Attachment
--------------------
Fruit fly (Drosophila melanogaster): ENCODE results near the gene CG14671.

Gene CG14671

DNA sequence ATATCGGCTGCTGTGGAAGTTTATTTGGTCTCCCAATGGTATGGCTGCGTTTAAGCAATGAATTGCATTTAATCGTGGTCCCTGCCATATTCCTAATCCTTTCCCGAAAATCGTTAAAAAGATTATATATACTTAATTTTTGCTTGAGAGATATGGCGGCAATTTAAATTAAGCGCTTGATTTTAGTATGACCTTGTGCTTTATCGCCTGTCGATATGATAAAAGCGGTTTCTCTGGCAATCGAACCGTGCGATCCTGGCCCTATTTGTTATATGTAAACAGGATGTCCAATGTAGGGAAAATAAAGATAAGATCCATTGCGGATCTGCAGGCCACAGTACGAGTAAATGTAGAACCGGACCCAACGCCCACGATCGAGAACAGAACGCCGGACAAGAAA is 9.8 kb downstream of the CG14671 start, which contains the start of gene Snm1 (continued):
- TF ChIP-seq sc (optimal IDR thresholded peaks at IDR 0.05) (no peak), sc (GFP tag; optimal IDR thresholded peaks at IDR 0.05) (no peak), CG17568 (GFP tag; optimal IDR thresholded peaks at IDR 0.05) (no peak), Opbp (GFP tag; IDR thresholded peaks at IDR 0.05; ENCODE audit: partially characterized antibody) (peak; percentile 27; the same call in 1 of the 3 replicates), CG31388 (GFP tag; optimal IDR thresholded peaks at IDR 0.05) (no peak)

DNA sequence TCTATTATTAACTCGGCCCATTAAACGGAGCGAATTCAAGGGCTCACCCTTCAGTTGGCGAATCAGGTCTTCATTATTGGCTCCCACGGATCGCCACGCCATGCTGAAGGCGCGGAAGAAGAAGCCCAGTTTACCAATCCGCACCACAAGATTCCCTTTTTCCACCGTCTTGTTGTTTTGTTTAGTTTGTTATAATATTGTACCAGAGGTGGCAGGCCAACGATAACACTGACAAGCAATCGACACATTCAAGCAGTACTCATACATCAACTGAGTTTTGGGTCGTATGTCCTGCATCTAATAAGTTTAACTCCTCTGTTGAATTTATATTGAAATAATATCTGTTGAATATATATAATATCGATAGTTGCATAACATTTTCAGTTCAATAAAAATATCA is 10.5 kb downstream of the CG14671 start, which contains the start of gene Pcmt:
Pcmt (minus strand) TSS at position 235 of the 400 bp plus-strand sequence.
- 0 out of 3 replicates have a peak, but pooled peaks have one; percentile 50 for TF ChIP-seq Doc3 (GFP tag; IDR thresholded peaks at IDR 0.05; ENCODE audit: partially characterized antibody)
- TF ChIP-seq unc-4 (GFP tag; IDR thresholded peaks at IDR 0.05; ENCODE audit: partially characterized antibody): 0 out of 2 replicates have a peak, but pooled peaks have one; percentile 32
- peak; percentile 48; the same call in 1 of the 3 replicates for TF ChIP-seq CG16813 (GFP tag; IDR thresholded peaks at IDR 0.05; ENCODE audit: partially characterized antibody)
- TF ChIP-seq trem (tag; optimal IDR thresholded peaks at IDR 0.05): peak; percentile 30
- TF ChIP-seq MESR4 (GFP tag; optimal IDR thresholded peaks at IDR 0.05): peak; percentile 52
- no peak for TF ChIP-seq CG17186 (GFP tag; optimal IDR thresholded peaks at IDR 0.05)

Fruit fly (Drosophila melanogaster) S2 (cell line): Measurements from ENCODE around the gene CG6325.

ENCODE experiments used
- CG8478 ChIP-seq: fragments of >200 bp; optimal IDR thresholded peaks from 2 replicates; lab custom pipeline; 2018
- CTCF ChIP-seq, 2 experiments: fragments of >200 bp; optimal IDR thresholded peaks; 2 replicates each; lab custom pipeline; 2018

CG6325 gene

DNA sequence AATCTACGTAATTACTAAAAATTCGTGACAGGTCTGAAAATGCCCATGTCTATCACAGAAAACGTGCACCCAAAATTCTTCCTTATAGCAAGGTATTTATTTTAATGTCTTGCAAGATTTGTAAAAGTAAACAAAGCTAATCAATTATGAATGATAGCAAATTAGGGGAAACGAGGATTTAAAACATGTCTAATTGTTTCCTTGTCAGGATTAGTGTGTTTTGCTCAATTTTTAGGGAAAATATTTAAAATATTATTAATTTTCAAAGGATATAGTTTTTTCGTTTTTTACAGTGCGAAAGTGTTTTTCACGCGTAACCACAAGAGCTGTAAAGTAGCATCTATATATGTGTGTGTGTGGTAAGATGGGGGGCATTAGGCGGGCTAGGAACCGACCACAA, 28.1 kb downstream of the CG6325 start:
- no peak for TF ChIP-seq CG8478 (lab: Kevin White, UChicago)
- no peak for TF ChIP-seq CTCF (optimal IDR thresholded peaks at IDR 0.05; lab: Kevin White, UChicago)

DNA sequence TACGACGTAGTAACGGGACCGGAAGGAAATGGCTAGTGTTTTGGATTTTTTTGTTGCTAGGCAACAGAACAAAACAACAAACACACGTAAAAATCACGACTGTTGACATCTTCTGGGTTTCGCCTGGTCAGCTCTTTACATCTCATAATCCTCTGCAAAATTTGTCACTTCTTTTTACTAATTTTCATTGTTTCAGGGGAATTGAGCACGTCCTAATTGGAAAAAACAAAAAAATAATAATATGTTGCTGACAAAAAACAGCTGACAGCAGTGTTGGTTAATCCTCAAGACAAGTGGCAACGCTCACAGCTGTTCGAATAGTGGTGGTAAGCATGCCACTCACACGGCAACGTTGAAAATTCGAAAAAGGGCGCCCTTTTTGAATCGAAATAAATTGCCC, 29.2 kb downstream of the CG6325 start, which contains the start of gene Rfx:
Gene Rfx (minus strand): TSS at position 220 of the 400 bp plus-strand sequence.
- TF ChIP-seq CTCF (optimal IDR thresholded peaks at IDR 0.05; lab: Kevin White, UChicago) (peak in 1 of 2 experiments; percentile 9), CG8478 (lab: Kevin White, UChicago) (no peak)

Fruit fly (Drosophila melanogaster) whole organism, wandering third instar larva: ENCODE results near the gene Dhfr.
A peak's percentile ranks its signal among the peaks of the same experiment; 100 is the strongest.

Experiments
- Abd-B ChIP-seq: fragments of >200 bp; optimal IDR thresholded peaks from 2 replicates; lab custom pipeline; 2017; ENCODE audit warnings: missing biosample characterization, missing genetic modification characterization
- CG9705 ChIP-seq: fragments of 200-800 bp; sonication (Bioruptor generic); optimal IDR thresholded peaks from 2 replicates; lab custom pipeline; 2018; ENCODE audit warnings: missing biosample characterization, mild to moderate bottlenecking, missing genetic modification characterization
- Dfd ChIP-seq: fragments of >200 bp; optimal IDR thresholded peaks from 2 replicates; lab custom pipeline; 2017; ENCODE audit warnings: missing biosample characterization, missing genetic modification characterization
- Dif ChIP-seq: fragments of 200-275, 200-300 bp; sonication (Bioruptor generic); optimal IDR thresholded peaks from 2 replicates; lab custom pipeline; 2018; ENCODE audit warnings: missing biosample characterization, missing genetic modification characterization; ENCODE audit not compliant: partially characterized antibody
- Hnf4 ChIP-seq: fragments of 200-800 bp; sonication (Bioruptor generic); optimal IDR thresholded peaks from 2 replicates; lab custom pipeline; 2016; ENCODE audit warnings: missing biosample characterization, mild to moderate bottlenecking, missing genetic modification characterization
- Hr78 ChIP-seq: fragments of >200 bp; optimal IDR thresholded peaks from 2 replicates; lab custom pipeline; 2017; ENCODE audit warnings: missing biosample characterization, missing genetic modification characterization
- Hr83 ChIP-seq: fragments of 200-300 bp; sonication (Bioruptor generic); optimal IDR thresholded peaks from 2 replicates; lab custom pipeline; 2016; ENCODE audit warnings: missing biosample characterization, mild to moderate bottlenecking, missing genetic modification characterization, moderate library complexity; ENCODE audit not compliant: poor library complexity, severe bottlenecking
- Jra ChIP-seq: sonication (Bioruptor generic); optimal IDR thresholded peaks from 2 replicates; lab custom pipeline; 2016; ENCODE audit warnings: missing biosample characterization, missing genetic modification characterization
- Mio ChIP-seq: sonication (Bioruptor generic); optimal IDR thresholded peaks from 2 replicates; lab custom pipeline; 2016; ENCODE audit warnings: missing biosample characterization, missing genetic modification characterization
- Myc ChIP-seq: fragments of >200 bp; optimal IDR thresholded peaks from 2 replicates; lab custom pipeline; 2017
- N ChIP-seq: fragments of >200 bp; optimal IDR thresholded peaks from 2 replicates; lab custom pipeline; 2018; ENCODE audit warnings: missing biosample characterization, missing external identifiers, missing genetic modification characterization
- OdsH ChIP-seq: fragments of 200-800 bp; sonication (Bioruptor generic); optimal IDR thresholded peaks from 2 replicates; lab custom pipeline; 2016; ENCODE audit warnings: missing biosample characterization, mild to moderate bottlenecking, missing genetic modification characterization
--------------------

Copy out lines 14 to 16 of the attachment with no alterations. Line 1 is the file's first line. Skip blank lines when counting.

ENCODE experiments used
- CG8478 ChIP-seq: fragments of >200 bp; optimal IDR thresholded peaks from 2 replicates; lab custom pipeline; 2018
- CTCF ChIP-seq, 2 experiments: fragments of >200 bp; optimal IDR thresholded peaks; 2 replicates each; lab custom pipeline; 2018